What Companies Can Learn from Software

Published: 12 Jan 2008

There are parallels between the organization and operational philosophies of companies and what is considered "good" software design. Attributes that immediately come to mind about good software design that can be applied to a company's operation are loose coupling, polymorphism, and reuse.

Loose Coupling

The structure of large and and more importantly successful companies, even large corporations, are loosely coupled. Companies (such as Google and Amazon) adopt an organizational philosophy which allow them to operate with small autonomous teams to accomplish specific goals. Instead of large unwieldy teams with perhaps scores of employees and consultants with out of control budgets, the smaller self-managed teams are allowed to have more focus. Without the distractions of less important meetings (usually justified by larger groups just so the left hand knows what the right hand is doing), the small team is left to solve a task faster and more effectively.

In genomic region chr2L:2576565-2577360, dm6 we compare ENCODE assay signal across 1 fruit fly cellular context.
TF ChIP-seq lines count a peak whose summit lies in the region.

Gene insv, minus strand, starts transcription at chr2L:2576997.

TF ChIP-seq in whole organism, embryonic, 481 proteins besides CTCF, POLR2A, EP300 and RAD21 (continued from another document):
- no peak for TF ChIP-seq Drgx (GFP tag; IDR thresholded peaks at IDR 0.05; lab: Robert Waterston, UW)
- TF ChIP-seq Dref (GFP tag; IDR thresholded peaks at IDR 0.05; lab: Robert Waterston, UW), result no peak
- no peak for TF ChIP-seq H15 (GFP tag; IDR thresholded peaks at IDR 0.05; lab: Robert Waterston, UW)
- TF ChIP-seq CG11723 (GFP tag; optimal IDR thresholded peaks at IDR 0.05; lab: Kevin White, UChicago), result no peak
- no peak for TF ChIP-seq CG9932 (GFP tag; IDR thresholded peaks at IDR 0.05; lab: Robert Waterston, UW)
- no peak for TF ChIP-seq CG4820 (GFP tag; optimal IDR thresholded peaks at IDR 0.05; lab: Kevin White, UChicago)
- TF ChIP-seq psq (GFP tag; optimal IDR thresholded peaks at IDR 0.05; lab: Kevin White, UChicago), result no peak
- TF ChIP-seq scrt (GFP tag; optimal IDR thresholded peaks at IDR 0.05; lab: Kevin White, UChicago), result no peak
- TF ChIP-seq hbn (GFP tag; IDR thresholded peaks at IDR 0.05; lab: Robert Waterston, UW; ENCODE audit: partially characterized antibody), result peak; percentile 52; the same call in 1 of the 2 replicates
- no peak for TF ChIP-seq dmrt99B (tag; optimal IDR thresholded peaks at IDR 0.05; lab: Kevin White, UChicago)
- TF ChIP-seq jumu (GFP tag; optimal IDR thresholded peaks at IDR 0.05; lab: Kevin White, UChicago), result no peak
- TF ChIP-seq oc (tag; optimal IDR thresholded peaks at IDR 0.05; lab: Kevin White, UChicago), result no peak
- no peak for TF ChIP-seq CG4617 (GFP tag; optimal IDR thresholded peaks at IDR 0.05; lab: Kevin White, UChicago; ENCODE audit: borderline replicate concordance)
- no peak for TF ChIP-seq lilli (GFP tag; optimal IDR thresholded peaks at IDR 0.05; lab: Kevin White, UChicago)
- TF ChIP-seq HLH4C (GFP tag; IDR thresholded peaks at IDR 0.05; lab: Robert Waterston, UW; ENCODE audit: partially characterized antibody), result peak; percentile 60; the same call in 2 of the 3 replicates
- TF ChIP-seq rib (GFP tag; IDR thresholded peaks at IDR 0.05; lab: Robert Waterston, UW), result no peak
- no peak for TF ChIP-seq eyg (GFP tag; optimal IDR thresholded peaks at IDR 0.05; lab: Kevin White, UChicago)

Polymorphism in software means is the process of using an operator or function in different ways for different set of inputs given. This idea is perhaps more important to smaller companies since they generally have to rely on less people to handle various tasks. Polymorphism in the context of a company's operations translates to an employee that's able to handle various tasks well. The more things an employee can do well, obviously they become a more valuable asset.


Companies operate more efficiently when there is more reuse. This is where larger companies struggle because they rarely have good communication lines between each group or silo to realize that what group A is trying to do has already been accomplished by group B. This leads to group B essentially reinventing the wheel by doing something that may be very similar to what group A has already done, all from scratch. So the mistakes made and knowledge learned are not transferred, leading to more time and resources used for something that was already accomplished.

Although these parallels may not be new, it's interesting to see how simple concepts and processes can be translated to vastly different contexts.